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UC Davis Health System

UC Davis Health System

Avoiding alcohol problems during the holidays

Photo of friends toasting the New Year
The smart thing to do when celebrating with friends is to appoint a designated driver. They will make sure everyone gets home safe and sound and can still enjoy all the festivities as a sober participant.

Whether it's sipping mulled wine at a cozy winter gathering or toasting the new year with champagne, alcohol is a common part of many holiday traditions. For most of us, drinking is a simple pleasure. But when alcohol becomes the focus of a party, it's a sign of a real problem.

At what point does moderate drinking become problem drinking? The answer differs among individuals because of variations in tolerance and how people metabolize alcohol. According to federal standards, however, moderate drinking is defined as one drink a day for a woman and two for a man. A drink is defined as 1.5 ounces distilled spirits, 5 ounces of wine or 12 ounces of beer. Any more than this level on a daily basis is considered to be heavy drinking.

Does this sound extreme? For most people, it's not. Technically, alcohol is a poison. It is rapidly absorbed into the bloodstream, initially causing disinhibition, then acting as a depressant. A hangover from the night before is a sign that the body is going through withdrawal from alcohol. While moderate drinking has been shown to have a variety of health benefits, drinking more than a drink or two a day can lead to major health problems, most notably liver damage and heart disease.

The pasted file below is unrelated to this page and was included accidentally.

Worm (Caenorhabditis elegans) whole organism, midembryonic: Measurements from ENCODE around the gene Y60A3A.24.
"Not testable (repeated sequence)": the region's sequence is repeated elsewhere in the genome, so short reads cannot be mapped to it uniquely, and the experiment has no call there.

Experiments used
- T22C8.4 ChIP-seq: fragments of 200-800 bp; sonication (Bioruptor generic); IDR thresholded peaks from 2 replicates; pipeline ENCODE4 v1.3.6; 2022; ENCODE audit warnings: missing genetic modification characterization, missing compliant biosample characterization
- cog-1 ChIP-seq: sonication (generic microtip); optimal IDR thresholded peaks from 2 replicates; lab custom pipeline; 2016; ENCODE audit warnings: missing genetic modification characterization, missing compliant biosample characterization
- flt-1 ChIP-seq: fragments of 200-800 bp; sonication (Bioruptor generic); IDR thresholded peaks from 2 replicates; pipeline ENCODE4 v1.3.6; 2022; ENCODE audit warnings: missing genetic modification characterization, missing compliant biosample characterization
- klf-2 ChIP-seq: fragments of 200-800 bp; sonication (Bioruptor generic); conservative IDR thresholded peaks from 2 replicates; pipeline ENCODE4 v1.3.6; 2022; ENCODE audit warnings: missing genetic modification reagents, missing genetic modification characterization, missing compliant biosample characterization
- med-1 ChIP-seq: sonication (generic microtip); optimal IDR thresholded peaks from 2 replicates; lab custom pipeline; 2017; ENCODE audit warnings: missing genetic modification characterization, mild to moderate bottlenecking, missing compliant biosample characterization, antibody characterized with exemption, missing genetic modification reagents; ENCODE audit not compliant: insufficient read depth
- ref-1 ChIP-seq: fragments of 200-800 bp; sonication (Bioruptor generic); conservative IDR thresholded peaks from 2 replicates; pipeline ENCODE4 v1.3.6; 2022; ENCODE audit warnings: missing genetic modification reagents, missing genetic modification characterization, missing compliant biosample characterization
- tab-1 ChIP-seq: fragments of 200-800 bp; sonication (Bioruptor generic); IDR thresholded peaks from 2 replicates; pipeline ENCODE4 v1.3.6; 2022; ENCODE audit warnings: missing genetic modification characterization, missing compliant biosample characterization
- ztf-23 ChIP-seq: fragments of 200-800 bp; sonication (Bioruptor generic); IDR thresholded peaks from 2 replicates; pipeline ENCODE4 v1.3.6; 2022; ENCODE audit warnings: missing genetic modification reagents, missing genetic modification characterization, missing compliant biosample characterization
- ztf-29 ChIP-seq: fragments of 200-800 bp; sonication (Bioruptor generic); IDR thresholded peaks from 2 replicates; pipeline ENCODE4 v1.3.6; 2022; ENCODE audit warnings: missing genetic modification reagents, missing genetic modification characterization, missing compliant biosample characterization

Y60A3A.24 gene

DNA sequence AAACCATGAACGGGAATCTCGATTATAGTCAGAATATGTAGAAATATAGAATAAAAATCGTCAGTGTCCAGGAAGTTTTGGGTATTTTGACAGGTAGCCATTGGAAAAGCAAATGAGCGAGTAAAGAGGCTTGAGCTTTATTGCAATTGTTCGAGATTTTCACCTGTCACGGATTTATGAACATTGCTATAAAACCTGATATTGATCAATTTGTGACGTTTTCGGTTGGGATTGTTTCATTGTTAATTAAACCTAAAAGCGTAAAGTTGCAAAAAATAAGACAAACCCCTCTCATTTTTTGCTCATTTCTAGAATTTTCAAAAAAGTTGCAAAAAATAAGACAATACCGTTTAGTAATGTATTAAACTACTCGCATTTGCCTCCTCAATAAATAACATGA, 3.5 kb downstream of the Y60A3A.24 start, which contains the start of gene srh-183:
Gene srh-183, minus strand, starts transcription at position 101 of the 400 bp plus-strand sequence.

Avoiding alcohol problems during the holidays

One unfortunate consequence of the holiday season is a sharp increase in alcohol-related accidents and deaths. Many partygoers don't drink often, leaving them with low tolerance and more vulnerability to alcohol's effects. At the other extreme are problem drinkers who find plenty of social occasions to drink and may feel less inhibited at parties where alcohol is liberally served.

Keep in mind that coffee or a cold shower does not eliminate alcohol from the bloodstream. Time is the only thing that gets rid of the alcohol in a person's bloodstream.

If you know you have an alcohol problem, mentally prepare yourself before a party. Decide ahead of time how much you will drink, then tell a friend or relative to help you stick with your plan. Don't delude yourself into thinking that not drinking for a few days before a party entitles you to extra drinking later.

If you're a guest, don't bring a bottle of alcohol as a present. Instead, consider bringing an array of teas, hot chocolate, cider and coffee mixes. That way you know a variety of non-alcoholic drinks will be easily available.

Being a role model

For parents, the holiday season offers an excellent opportunity to model the appropriate role of alcohol at parties. Children are astute observers of adult behavior and are more influenced by your actions than your words. Don't give the message that alcohol must be a key ingredient for good times. Those festive holiday celebrations will be remembered by your children for years and serve as a lifelong guide, so give them the best of memories.